AN ARCHBISHOP’s Christmas sermon is a balancing act. On the one hand, it is an opportunity to attempt a little incarnational theology, drawing on the few bits of the Bible that the wider public might reasonably be expected to know. But theology without any application can slip easily into unfocused piety. On the other hand, the temptation is to look beyond the immediate congregation and imagine that the wider world wants some form of state-of-the-nation address. This might secure a headline or two, but is possibly a disservice to the supernatural events 2000 years ago. That said, calling for the removal of a national leader at least has the advantage of ensuring that your late-night congregation stays awake. Any nodding during the Archbishop of Cape Town’s midnight-mass sermon will not have been caused by sleepiness; it is likely, though, that many in the congregation will have approved of Archbishop Makgoba’s attack on President Zuma, fed up, as so many South Africans are, of the willingness of their politicians to dip into the public purse for their own benefit.
And Archbishop Makgoba grounded his remarks in God’s choice to appear not at the royal court but among the humble and marginalised. The crib, he said, is “the place where the poor and marginalised find the possibility of hope that things might be different”. Away from revelations and allegations that are dogging President Zuma, there is another form of corruption which the Church finds it more difficult to speak of, namely, the assumption that inequality and poverty are inevitable and unavoidable, and the view that materialistic ambitions, which beggar individuals and denude the planet, are somehow acceptable.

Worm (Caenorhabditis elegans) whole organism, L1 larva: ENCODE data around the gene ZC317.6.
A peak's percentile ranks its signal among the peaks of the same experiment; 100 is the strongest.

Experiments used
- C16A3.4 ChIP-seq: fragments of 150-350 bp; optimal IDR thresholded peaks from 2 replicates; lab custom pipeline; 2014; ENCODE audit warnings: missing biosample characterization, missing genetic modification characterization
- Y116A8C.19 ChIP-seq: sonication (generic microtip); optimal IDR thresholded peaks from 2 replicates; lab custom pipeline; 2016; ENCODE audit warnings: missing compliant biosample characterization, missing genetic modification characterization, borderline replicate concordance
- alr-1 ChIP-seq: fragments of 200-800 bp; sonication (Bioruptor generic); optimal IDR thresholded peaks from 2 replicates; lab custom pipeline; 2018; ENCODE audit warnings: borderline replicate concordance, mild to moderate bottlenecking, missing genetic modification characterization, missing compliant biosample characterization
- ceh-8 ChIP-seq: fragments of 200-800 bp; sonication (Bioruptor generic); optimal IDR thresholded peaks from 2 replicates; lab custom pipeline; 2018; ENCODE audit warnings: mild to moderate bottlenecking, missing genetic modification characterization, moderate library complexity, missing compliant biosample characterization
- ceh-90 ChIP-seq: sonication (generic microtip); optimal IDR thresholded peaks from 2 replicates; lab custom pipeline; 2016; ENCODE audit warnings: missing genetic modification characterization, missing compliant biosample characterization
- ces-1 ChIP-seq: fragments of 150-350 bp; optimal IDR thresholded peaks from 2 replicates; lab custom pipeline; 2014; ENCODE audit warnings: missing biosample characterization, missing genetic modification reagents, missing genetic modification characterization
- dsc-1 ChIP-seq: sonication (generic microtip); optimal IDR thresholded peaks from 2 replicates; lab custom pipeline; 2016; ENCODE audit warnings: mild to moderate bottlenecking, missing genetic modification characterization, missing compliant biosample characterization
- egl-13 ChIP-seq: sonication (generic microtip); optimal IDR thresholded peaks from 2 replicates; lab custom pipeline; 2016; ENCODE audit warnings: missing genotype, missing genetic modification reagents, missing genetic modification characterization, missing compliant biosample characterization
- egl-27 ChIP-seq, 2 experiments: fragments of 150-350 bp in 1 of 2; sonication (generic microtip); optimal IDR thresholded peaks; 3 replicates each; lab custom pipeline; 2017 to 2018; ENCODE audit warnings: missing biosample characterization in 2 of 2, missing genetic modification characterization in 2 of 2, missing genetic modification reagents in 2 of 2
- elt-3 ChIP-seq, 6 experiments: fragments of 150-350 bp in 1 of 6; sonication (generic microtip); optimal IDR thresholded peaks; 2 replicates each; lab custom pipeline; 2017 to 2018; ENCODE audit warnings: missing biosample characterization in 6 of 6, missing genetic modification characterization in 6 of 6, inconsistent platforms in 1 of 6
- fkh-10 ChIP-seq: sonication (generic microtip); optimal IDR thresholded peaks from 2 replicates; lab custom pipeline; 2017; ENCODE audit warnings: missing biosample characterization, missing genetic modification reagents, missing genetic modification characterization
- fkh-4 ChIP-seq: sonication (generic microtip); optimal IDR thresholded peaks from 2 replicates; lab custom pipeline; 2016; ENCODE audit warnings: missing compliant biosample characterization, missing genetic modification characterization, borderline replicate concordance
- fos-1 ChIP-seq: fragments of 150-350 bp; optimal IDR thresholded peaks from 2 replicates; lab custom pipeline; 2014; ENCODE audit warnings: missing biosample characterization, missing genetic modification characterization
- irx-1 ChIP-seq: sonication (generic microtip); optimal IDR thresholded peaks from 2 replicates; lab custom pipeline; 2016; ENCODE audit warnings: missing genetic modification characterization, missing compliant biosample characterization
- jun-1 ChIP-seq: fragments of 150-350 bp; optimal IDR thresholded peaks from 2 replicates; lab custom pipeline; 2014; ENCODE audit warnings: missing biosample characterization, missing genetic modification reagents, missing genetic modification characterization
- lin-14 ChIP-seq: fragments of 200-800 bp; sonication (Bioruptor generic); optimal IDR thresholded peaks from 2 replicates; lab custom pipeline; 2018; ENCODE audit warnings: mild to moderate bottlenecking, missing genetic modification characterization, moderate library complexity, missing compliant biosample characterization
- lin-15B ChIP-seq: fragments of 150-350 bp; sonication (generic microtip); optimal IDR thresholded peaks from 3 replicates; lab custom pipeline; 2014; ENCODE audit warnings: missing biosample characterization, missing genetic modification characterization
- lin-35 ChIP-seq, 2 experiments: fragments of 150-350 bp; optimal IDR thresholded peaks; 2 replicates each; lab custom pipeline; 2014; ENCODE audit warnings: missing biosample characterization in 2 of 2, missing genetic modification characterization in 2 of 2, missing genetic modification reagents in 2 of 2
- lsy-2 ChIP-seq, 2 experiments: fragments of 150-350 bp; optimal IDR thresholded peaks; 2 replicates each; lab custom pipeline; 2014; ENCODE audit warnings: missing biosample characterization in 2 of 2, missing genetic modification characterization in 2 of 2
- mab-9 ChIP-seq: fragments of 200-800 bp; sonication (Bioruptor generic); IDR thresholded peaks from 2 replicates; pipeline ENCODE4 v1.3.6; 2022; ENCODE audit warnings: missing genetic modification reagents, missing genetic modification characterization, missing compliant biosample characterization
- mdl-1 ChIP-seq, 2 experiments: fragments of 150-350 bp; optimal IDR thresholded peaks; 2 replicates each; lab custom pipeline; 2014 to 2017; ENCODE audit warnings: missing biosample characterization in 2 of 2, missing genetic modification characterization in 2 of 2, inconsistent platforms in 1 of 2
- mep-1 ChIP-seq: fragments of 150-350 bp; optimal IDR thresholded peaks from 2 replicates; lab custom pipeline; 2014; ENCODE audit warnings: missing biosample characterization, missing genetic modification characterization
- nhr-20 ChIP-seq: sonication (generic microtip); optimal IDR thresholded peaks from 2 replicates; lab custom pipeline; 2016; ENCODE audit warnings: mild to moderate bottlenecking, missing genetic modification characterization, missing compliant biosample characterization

Archbishop Makgoba had a particular focus for his political comments. But his words have a wider application: “The poor and the broken, the people on the peripheries, look to us to help them realise their Bethlehem. . . Anything that robs the poor of their dignity, that prevents them from realising their potential, that any act of corruption, no matter by whom it is carried out, is an act of theft from the poor, and . . . any infraction of the principles of good governance perpetuates the enslavement of the marginalised. Such acts make Christ’s new birth, and decent living, impossible.”
THE Cathedrals Working Group, set up last April in the wake of the reported difficulties at Peterborough and Exeter, and more general funding worries, is due to publish its report in a fortnight. If various deans and chapters are concerned about its findings, they can be assured that they have at least got their defence in first. It does them no harm to have a report by Lord Bourne, Minister for Faith at the Department for Communities and Local Government, published this week, in which he declares at the end of his 42-cathedral tour: “I feel at the tour’s close that our cathedrals are in very safe hands.”